News item | 2012-04-10 | 15:05 PM

The human factor: risk and asset

Interactions between Man, Technology and Organisation (MTO) are crucial for Vattenfall’s safety management. The nuclear power industry has been aware of the importance of this relationship at least since the accident at the Three Mile Island plant (Harrisburg, USA) in 1979.

“To avoid accidents, it is not enough to examine the technology; you also have to consider how people, organisation and technology interact,” says Carl Rollenhagen, Vattenfall R&D staff member and Adjunct Professor of Risk and Safety at KTH Royal Institute of Technology in Stockholm, Sweden.

MTO, Carl Rollenhagen. Photo: Ralf Bagner

Carl Rollenhagen, Vattenfall R&D staff member. Photo: Ralf Bagner.

“People often regard the human factor as something negative and tend to forget that the human factor also prevents accidents. People are both a risk and an asset in a technological environment. The human factor must be considered not only in relation to those who operate the systems, but also to those who make management decisions.”

“Traditional management training never had much focus on safety, but we, as safety researchers and experts, are changing this. Vattenfall has established the Safety Management Institute (SMI) and now offers managers qualified training in safety management,” he added.

Lessons from Three Mile Island

The relationship between man and machine – often portrayed in mythical form in film and literature – still leaves many of us uneasy. How should we adapt to machines? Or how do we adapt machines to us?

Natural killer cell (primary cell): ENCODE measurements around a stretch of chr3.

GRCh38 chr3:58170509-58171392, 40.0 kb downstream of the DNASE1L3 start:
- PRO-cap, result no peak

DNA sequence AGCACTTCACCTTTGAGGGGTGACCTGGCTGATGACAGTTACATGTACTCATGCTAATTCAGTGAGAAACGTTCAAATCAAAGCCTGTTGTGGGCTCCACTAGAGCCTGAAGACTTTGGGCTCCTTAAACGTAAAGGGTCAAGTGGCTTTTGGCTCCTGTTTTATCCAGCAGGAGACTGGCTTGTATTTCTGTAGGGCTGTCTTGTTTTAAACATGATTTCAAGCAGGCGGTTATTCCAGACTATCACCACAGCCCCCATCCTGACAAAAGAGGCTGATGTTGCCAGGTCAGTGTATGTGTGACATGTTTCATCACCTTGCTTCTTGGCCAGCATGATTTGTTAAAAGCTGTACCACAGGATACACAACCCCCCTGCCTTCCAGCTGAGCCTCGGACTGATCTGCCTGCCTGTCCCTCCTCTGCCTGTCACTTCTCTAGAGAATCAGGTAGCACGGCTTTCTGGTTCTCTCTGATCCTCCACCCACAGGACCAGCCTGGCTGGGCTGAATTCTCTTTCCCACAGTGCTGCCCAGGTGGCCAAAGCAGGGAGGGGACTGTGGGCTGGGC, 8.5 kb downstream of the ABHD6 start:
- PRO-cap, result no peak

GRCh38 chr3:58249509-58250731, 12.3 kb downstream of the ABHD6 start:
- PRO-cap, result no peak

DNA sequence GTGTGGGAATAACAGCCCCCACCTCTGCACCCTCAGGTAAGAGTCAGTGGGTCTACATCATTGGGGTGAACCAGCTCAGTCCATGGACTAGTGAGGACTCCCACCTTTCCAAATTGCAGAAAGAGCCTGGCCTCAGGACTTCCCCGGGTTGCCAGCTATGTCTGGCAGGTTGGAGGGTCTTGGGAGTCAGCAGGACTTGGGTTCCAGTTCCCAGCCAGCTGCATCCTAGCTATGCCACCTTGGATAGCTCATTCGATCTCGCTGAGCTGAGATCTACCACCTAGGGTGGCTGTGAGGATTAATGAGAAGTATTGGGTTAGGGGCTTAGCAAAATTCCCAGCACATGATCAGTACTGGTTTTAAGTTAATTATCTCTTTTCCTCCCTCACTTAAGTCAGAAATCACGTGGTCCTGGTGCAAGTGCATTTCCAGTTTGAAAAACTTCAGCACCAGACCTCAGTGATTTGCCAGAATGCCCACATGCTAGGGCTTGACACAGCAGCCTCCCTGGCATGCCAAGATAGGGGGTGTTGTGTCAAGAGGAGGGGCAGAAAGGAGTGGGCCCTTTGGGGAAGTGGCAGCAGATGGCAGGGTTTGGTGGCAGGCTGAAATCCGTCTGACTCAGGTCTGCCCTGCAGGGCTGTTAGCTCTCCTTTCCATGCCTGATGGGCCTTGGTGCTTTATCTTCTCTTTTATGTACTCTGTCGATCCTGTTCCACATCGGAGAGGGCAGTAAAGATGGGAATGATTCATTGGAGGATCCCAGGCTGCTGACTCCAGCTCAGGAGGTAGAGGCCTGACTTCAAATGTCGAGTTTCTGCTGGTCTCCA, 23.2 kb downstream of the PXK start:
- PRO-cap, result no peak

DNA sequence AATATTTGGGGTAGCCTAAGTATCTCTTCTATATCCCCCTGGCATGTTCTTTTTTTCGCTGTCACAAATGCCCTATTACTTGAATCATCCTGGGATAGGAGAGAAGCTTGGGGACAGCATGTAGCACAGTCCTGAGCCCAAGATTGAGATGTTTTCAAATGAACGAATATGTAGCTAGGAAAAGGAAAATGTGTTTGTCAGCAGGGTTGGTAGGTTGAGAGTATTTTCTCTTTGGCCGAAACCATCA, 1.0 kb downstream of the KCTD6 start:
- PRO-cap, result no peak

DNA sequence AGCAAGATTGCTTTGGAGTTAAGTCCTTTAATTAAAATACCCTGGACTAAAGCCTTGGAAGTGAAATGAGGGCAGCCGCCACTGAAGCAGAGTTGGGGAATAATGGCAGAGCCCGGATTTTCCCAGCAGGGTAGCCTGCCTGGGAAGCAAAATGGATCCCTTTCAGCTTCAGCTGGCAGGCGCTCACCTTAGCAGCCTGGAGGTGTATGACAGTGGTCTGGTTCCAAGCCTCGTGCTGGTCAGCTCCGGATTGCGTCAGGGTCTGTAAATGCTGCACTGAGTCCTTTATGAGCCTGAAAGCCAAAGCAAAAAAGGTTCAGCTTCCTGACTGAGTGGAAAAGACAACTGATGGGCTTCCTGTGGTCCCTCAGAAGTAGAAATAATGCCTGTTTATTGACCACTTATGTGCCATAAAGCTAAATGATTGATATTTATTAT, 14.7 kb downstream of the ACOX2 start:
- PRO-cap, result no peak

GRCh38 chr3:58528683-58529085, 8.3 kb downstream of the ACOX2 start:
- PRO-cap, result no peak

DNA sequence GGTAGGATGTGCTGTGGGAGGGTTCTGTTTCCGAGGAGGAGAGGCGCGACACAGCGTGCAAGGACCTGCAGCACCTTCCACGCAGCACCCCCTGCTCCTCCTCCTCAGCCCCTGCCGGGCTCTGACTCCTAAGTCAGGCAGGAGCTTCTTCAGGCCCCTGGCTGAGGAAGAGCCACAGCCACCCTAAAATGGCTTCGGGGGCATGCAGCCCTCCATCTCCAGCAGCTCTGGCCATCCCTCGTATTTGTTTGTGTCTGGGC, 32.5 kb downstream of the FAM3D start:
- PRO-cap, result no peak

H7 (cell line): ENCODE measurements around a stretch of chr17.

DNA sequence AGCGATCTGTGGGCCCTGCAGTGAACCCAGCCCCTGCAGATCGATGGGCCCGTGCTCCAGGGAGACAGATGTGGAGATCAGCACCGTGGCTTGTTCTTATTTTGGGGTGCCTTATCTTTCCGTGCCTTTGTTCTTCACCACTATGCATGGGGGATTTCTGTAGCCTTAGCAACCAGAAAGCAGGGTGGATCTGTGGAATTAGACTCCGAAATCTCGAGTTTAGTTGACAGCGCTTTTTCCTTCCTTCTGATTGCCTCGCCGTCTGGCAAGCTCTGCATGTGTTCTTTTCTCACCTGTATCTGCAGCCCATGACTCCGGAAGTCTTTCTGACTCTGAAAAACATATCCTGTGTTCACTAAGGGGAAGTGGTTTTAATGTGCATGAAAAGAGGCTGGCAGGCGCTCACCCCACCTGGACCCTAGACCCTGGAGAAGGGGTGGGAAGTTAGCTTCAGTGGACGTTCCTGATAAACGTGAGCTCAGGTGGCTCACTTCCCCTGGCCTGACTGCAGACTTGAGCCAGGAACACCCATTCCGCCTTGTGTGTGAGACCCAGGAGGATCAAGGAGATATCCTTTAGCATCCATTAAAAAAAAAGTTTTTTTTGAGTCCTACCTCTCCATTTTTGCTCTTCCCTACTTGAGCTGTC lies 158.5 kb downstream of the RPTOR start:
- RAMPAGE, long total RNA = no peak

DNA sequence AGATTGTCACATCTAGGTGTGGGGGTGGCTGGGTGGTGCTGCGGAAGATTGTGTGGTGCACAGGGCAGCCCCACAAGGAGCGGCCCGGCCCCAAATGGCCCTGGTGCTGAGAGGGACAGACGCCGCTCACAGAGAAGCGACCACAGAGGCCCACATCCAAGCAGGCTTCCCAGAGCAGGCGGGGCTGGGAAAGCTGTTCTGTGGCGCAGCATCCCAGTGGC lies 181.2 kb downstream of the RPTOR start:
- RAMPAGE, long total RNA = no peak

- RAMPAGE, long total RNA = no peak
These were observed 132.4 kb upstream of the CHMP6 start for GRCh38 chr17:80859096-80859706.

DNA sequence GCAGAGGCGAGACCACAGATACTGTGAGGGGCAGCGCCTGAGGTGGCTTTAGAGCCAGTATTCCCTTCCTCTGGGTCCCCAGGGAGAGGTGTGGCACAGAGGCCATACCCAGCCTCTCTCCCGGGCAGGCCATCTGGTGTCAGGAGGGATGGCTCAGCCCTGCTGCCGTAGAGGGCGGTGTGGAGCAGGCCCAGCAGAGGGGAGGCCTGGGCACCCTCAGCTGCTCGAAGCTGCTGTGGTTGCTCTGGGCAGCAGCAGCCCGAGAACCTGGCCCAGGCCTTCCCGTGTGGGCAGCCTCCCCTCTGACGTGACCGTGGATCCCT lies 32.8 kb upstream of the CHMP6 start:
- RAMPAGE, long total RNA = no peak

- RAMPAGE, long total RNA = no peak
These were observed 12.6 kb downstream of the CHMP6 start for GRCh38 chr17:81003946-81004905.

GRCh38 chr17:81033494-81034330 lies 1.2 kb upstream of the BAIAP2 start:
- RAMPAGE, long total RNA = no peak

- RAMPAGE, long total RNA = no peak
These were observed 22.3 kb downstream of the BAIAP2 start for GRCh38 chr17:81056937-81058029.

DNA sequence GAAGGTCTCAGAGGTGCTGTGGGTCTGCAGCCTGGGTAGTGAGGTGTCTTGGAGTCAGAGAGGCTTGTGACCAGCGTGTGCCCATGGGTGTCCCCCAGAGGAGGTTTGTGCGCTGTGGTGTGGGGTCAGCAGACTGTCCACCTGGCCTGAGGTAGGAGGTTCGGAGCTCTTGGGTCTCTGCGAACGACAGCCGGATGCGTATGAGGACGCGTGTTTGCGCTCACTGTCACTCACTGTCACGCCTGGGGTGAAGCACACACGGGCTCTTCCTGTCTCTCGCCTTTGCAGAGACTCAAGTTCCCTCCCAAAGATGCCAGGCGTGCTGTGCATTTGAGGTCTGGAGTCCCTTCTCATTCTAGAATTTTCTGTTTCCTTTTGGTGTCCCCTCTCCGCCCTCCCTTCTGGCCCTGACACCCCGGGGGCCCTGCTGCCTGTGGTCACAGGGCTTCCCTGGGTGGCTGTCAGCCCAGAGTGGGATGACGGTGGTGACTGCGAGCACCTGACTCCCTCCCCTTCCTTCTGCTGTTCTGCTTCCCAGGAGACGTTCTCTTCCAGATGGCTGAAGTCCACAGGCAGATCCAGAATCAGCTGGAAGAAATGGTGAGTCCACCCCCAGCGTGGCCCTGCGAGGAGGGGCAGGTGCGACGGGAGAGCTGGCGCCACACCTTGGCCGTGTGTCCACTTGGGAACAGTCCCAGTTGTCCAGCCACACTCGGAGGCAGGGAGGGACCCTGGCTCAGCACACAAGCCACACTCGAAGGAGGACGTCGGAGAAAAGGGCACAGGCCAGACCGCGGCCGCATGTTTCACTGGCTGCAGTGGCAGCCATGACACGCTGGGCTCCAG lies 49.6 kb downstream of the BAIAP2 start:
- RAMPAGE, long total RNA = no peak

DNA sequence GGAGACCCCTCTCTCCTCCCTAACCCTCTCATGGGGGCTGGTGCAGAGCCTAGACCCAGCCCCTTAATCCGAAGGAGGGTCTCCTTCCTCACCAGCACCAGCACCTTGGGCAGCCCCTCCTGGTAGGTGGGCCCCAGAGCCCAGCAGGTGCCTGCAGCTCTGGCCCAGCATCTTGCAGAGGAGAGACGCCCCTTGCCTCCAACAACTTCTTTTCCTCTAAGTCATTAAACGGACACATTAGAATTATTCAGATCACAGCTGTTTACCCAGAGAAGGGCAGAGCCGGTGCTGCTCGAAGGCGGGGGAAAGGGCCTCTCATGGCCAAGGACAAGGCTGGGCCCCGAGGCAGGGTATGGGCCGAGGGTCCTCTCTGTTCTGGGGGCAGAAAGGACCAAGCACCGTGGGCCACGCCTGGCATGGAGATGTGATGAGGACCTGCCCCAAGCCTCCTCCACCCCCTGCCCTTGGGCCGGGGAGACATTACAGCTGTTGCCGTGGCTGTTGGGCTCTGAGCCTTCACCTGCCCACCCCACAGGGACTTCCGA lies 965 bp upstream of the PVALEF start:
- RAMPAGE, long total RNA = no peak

The accident in 1979 at the Three Mile Island power plant near Harrisburg, Pennsylvania (USA) focused attention on MTO issues and quickly led to the development of the MTO concept.

MTO. Photo: Annika Örnborg

MTO (Interactions between Man, Technology and Organisation). Photo: Annika Örnborg.

Some of the most important topics for Vattenfall are the interfaces between man and machine, corporate safety culture, and investigation of the root causes of specific incidents. These all relate to human beings in an organisational and technological context.

“As organisations and technology become more advanced, it becomes ever more important to look at the overall picture and to make the systems easy to use,” according to Rollenhagen. “The knowledge and methods provided by MTO studies increase both safety and efficiency.”

Vattenfall MTO projects

Vattenfall carries out several MTO research projects, for instance on how to provide effective recommendations after an incident.
“Many organisations do not pay enough attention to remedial actions when they investigate the causes of incidents. It’s important to find out what kinds of actions you need to prevent similar incidents from happening again,” says Rollenhagen.

The study of man-machine interfaces is also essential for the design of power plant control rooms. This is not just a matter of optimising screens and controls, but also includes proper training and clear communication to ensure that everything works well together.

Although this may seem like common sense, according to Rollenhagen many industries are only starting to realise the importance of MTO, which the nuclear power industry did more than three decades ago.


The MTO Concept and Organisational Learning at Forsmark (PDF 102 kB)
Nuclear power services